C. This Litigation

         The Plaintiff commenced this action on May 4, 2017. The Complaint contains a single count for breach of fiduciary duties against the Defendants.[51] According to the Plaintiff, the Defendants knowingly or recklessly issued false and misleading statements about the proposed transaction, and failed to promptly disclose that the AbbVie board was reconsidering the deal after the September 22, 2014 notice issued by the Treasury Department.[52] On May 30, 2017, the Defendants moved to dismiss the Complaint under Court of Chancery Rule 23.1, arguing that the Plaintiff fails to adequately allege a majority of AbbVie's directors face a substantial likelihood of liability for breach of fiduciary duty. I heard oral argument on that Motion on April 3, 2018.

         II. ANALYSIS

         The Defendants seek dismissal of the Complaint under Court of Chancery Rule 23.1 for failure to make a demand. The demand requirement is an extension of the fundamental principle that "directors, rather than shareholders, manage the business and affairs of the corporation."[53] Directors' control over a corporation embraces the disposition of its assets, including its choses in action. Thus, under Rule 23.1, a derivative plaintiff must "allege with particularity the efforts, if any, made by the plaintiff to obtain the action the plaintiff desires from the directors or comparable authority and the reasons for the plaintiff's failure to obtain the action or for not making the effort."[54]

         Where, as here, the plaintiff has failed to make a presuit demand on the board, the Court must dismiss the complaint "unless it alleges particularized facts showing that demand would have been futile."[55] The plaintiff's "pleadings must comply with stringent requirements of factual particularity that differ substantially from the permissive notice pleadings governed solely by Chancery Rule 8(a)."[56] Under the heightened pleading requirements of Rule 23.1, conclusory "allegations of fact or law not supported by allegations of specific fact may not be taken as true."[57]Nonetheless, the plaintiff is "entitled to all reasonable factual inferences that logically flow from the particularized facts alleged."[58] In deciding a Rule 23.1 motion, I am limited to "the well-pled allegations of the complaint, documents incorporated into the complaint by reference, and judicially noticed facts."[59]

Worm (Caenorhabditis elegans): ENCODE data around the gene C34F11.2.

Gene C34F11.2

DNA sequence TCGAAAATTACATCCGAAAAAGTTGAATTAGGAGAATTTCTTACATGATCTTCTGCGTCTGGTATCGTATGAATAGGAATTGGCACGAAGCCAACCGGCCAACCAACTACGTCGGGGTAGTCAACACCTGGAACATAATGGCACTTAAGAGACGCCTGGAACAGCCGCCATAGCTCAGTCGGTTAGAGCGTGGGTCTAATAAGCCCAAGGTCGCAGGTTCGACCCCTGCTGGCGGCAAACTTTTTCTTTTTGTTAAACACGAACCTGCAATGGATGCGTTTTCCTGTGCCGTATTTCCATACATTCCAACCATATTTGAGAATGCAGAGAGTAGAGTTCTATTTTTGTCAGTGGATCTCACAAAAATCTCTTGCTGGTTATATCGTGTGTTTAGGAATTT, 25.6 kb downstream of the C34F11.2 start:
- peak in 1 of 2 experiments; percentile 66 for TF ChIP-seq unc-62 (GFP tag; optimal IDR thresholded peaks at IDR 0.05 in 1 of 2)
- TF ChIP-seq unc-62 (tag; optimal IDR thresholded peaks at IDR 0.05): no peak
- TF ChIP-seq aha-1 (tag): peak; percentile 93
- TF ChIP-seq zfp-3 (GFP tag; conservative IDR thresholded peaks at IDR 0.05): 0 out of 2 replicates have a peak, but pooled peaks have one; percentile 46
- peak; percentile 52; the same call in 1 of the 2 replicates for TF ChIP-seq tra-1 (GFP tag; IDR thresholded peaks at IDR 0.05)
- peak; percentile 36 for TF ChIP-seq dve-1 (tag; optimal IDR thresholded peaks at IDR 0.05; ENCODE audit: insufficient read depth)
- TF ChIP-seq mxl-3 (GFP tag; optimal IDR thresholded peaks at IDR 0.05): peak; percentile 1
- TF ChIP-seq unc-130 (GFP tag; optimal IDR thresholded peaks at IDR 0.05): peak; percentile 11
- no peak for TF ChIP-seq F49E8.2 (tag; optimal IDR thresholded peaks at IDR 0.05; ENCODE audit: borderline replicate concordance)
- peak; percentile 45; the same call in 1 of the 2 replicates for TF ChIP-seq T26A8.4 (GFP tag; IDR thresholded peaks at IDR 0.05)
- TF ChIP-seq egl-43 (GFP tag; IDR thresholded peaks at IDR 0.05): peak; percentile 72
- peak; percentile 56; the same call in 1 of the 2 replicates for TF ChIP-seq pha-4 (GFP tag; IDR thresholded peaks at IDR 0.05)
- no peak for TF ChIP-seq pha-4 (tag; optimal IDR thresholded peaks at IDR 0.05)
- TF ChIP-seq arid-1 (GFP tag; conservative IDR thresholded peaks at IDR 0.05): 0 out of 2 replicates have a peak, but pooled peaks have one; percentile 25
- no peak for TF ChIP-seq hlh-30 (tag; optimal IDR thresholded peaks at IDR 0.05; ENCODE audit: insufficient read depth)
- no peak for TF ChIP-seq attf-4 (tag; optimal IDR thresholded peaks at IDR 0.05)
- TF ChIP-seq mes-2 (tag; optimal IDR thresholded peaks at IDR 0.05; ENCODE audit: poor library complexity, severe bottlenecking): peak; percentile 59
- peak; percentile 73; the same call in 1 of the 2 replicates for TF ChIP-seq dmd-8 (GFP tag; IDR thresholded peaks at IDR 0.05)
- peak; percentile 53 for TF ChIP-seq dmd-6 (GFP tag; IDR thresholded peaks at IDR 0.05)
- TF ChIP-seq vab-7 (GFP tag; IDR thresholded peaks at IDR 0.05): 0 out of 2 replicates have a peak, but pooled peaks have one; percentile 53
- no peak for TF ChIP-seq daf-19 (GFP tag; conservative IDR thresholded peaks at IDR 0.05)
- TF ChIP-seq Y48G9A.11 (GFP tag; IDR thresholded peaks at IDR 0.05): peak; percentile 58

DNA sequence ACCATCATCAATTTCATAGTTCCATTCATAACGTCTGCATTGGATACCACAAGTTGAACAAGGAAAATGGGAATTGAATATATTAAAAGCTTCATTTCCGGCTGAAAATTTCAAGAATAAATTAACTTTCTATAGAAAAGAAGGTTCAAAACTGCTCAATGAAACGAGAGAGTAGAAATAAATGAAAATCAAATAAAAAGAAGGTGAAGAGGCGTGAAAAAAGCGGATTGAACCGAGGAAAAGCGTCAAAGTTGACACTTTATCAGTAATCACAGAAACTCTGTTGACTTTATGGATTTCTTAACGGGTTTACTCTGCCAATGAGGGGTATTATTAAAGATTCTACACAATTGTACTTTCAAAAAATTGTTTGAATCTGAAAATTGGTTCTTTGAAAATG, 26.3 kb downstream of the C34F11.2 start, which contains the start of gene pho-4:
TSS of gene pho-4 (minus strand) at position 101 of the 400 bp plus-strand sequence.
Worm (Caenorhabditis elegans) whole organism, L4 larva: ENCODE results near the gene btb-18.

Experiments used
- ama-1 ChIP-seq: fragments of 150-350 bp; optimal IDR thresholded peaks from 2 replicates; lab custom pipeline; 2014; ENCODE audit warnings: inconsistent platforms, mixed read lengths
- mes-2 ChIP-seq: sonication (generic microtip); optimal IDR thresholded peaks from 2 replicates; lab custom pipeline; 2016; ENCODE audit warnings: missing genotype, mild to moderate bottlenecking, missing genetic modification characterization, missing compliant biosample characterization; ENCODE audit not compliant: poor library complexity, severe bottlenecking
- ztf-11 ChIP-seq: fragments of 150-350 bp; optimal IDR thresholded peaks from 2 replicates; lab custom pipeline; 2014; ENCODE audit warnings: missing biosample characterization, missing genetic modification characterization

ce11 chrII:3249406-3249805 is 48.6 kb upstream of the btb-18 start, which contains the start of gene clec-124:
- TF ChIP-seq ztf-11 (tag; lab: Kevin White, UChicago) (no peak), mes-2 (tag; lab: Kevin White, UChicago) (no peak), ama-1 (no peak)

This Court analyzes demand futility under the test set out in Rales v. Blasband.[60] Rales requires a derivative plaintiff to allege particularized facts raising a reasonable doubt that, if a demand had been made, "the board of directors could have properly exercised its independent and disinterested business judgment in responding to [it]."[61] Aronson v. Lewis addresses the subset of cases in which the plaintiff is challenging an action taken by the current board.[62] To establish demand futility under Aronson, the plaintiff must allege particularized facts creating a reasonable doubt that "the directors are disinterested and independent" or the "challenged transaction was otherwise the product of a valid exercise of business judgment."[63] The tests articulated in Aronson and Rales are "complementary versions of the same inquiry."[64] That inquiry asks whether the board is capable of exercising its business judgment in considering a demand.[65]